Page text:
Alzheimer’s disease is the most common cause of dementia in the UK affecting 850,000 people, with numbers set to rise to over 1million by 2025.
Those with Alzheimer’s suffer symptoms that can include memory loss and difficulties with language and problem solving. As the disease progresses, more symptoms occur with delusions and hallucinations occurring in advanced stages.
These changes can make daily tasks we all take for granted, such as bathing, difficult for the person with Alzheimer’s to perform and accept as a necessity. As anyone caring for someone with Alzheimer’s will know, this resistance can prove challenging both physically and emotionally, but it’s vital to find solutions as bathing is vital for good hygiene and to avoid discomfort and even infection.
Whilst the amount of help someone needs will be different depending on the stage of the disease, when helping someone with Alzheimer’s to wash there is some general advice that carers might find useful.
Make sure the bathroom has good anti-slip properties, either by using anti-slip mats or specially adapted shower trays and baths with good anti-slip surfaces. Ensure any cleaning products are removed from the bathroom to prevent accidental misuse. In some cases, removing the lock may be a good idea so that the bathroom can be accessed in an emergency.
If assistance is provided in the bathroom take into account the person’s feelings. They are likely to feel more comfortable with someone of the same gender who has a good rapport with them. Consideration should be shown to how and where the individual prefers to get undressed and whether they prefer a bath or shower. If they dislike water coming out of a shower head, try using the shower head to wet a sponge or flannel in order to apply soap and rinse it off, instead of using the shower spray directly.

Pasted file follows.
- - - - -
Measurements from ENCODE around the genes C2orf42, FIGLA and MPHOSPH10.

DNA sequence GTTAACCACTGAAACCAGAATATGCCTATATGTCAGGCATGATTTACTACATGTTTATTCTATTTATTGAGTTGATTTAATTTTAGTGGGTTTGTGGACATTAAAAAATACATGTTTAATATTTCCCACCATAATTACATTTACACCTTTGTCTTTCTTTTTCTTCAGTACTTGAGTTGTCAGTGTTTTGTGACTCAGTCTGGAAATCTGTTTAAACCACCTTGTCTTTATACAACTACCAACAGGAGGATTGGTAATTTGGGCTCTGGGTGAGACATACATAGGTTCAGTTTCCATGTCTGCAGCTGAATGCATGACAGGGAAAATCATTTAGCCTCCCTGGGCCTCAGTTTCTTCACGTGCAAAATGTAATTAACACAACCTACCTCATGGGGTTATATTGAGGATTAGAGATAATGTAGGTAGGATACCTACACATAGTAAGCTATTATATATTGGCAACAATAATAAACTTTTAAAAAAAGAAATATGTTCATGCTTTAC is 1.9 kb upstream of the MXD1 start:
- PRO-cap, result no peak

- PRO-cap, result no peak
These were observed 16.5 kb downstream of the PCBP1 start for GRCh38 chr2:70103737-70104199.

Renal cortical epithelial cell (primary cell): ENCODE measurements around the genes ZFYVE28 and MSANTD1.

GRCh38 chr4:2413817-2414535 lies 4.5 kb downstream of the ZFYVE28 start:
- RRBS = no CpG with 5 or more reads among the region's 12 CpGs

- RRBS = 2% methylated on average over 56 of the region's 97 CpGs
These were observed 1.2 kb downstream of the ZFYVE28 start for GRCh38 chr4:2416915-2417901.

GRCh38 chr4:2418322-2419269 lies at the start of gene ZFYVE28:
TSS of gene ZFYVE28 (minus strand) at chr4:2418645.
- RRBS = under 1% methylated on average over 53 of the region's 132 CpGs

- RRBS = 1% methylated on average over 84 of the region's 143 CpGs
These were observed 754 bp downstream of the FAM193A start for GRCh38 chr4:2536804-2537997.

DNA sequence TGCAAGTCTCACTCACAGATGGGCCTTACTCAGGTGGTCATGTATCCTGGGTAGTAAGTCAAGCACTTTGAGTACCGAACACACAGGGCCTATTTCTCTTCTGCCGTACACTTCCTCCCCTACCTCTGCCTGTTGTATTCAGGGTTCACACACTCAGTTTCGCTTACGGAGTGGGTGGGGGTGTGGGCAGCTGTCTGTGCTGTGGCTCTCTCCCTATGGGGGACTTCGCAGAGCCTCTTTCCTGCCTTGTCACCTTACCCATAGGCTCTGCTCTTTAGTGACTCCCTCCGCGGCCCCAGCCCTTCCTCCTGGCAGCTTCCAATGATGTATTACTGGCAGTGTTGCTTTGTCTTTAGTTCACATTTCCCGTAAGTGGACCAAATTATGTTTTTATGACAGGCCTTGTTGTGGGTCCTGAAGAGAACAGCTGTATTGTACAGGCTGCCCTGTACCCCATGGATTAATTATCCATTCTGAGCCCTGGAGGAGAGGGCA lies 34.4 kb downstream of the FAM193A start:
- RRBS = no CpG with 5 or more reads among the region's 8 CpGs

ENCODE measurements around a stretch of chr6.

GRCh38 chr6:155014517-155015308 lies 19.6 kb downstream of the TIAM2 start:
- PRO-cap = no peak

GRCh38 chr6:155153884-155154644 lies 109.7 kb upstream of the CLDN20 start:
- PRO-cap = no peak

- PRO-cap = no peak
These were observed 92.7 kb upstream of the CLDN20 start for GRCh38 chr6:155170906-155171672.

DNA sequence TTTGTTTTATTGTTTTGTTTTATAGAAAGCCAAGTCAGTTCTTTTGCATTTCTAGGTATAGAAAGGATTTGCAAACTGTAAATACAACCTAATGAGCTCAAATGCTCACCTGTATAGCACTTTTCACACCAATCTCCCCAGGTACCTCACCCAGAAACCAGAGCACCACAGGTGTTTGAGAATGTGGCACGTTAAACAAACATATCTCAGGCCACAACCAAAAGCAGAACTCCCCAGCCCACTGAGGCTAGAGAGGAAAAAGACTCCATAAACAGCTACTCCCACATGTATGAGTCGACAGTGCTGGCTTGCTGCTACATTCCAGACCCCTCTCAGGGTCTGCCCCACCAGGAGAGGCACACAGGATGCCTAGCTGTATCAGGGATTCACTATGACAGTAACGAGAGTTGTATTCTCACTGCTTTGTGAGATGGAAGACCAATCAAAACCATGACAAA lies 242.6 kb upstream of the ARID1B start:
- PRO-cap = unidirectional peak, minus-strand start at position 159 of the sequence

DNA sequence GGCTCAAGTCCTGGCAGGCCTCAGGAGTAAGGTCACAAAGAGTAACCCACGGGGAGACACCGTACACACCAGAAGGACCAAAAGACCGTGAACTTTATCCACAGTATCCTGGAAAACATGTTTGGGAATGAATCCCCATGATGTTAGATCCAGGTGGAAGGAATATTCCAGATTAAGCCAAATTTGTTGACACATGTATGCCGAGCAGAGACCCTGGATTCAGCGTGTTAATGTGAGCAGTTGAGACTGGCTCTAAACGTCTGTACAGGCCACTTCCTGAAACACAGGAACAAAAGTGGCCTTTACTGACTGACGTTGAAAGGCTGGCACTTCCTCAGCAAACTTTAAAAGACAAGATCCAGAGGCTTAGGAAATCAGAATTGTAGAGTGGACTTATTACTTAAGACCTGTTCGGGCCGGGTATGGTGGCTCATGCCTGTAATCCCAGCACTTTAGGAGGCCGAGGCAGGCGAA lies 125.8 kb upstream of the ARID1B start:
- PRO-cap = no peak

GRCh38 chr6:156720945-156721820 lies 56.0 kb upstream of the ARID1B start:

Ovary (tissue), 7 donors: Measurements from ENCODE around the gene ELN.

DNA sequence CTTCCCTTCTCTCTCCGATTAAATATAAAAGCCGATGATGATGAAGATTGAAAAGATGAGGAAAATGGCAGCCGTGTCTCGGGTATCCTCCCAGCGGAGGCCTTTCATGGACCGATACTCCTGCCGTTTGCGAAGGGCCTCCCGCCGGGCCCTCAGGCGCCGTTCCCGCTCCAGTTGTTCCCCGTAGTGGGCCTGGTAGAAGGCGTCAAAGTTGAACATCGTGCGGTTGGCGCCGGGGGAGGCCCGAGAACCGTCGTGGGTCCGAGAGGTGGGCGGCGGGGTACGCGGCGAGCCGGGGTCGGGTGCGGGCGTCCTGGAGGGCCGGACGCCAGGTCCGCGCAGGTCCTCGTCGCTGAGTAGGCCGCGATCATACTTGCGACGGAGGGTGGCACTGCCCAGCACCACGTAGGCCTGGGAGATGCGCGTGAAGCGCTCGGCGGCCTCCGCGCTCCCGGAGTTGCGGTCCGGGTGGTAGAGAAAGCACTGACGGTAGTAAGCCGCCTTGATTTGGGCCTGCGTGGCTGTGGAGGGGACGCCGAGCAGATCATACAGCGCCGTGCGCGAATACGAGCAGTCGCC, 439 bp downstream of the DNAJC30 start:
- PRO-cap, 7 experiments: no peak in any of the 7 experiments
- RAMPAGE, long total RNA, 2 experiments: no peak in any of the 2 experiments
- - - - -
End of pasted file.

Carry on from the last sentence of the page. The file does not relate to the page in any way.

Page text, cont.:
Keep the person engaged and making decisions. Sometimes having a job to do, such as holding a sponge or soap can keep the mind occupied. Enable independence by providing helpful reminders such as where to step or what to do next in the bathroom routine. Pass sponges, soap and towels to them and provide encouragement. If memory loss is causing issues, perhaps try a wall chart calendar with each wash day marked and let the person cross off the day after each wash. In this way their previous mark will serves as a reminder that they wash regularly and that wash day is due again.
Bathing aids and equipment
It may turn out that significant changes are required in the bathroom to make bathing safer and easier for a person with Alzheimer’s. Wet rooms are an ideal solution as there are no steps to negotiate, the floor can be all one anti-slip surface with no colour breaks, and shower seats can be used to prevent people standing up throughout the bathing process.
Absolute Mobility has installed many bathroom solutions for people with dementia and would be happy to provide advice if you are now considering a bathroom refurbishment for someone living with Alzheimer’s. Please feel free to call us on 0800 29 22 110.17 November,2016